3.4.2. Discussion on Treated Adherends SLJ Test Results

Chromic acid anodization (CAA) causes an increase of about 50% in LSS for the joints made with epoxy and GPOSS adhesive formulations. In contrast, for sample containing DPHP in this treatment does not lead to any significant enhancement.
The strong enhancement in the values of LSS of the joints composed of treated adherends and Epoxy, GP/EP, and GP-CNT/EP adhesive formulations with respect to the same joints with untreated adherends is undoubtedly due to a strong increase in adhesion forces at the interface between adhesive and the surface of the treated adherend. In the case of the joints with DPHP/EP and DPHP-CNT/EP, the adhesion forces at the interface are similar or even weaker with respect to those active between the adhesive and the untreated adherend. The reason for this different behavior can be understood considering the chemical nature of the surface of the treated adherend, as well as its morphological feature together with interactions at the interface.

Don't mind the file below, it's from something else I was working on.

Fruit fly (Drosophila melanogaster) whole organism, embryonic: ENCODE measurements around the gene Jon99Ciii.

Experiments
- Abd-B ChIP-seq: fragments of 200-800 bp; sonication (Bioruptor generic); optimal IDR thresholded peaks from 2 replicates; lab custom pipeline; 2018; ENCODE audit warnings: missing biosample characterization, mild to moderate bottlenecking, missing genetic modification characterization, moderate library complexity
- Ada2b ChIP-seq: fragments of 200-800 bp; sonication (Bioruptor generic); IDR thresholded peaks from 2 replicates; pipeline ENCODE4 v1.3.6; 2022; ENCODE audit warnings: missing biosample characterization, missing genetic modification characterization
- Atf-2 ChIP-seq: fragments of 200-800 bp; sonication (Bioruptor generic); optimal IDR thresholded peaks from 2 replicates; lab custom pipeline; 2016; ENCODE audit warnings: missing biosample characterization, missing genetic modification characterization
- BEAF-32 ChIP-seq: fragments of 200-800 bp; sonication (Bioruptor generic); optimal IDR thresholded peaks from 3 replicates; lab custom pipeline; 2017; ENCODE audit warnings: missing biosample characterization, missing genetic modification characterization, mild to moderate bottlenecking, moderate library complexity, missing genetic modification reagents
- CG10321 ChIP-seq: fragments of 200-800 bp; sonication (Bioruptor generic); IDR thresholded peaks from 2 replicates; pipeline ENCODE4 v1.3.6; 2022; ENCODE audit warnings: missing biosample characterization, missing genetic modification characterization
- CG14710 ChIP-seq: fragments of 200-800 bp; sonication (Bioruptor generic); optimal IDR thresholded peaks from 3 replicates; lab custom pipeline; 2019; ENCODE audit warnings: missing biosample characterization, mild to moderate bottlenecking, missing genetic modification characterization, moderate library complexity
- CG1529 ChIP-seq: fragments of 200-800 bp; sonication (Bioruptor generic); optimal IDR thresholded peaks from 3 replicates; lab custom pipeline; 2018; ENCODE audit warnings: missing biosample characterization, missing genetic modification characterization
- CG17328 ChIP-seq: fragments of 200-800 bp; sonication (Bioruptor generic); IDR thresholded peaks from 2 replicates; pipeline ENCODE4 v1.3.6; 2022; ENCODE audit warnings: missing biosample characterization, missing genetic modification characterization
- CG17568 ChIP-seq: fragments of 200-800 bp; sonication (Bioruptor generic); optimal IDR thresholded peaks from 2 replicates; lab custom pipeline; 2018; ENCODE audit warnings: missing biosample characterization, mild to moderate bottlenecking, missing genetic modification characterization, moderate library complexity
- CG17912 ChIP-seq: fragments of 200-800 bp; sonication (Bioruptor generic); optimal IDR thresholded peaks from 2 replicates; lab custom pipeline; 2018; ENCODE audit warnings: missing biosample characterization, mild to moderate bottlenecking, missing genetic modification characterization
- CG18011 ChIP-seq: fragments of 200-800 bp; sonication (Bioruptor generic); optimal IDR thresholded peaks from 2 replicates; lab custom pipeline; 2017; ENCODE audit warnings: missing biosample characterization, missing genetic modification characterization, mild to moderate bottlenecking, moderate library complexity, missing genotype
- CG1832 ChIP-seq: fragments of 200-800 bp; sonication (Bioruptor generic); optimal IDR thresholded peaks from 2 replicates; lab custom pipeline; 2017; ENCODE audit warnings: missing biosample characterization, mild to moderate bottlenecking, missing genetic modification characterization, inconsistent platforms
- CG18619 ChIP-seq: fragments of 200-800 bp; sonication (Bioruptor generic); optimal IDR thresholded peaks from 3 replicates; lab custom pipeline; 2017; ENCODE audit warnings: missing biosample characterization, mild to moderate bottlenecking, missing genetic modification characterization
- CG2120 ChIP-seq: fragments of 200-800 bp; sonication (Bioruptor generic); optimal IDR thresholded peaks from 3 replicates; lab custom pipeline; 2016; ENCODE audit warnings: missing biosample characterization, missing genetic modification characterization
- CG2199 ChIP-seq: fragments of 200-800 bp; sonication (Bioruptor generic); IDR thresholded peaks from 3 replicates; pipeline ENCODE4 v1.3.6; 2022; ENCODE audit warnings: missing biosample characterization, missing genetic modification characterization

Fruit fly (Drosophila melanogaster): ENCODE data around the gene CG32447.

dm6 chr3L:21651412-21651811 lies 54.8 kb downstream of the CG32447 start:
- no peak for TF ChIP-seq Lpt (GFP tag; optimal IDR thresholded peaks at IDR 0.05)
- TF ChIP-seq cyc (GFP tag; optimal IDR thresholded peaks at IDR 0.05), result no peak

The protection provided by CAA creates a thicker and denser aluminium oxide layer by anodizing, and leads to a porous structure where the bottom of the pores is blocked by the dense barrier layer. In a typical aerospace structure, pores are about 30 nm wide and the oxide is about 1 μm thick [8,49,50]. This treatment provides an extreme stable porous surface to be adhesively bonded with consequently improved adhesion properties, as it has been possible to observe for the joints bonded with epoxy and GP formulations. Recent studies made by Abrahami et al. [51] have demonstrated that pore size plays a role in determining the amount of resin penetration and also that the maximum peel strength is strictly dependent on pore size in the range of between 15 nm and 25 nm, and is independent of the oxide layer thickness. In our CAA treated SLJs, adhesives can penetrate in the CAA-generated oxide layer to create a well-wetted interface with the formation of a “micro-composite” interphase. This will reduce the local stress concentrations as reported in ref [52], because this region will possess an intermediate modulus between that of the relatively low-modulus polymeric adhesive and high-modulus aluminium alloy substrate.
Furthermore, the presence of GPOSS strongly contributes to creating cumulative effects in the attractive interactions between GPOSS nanocages and oxides on the surface.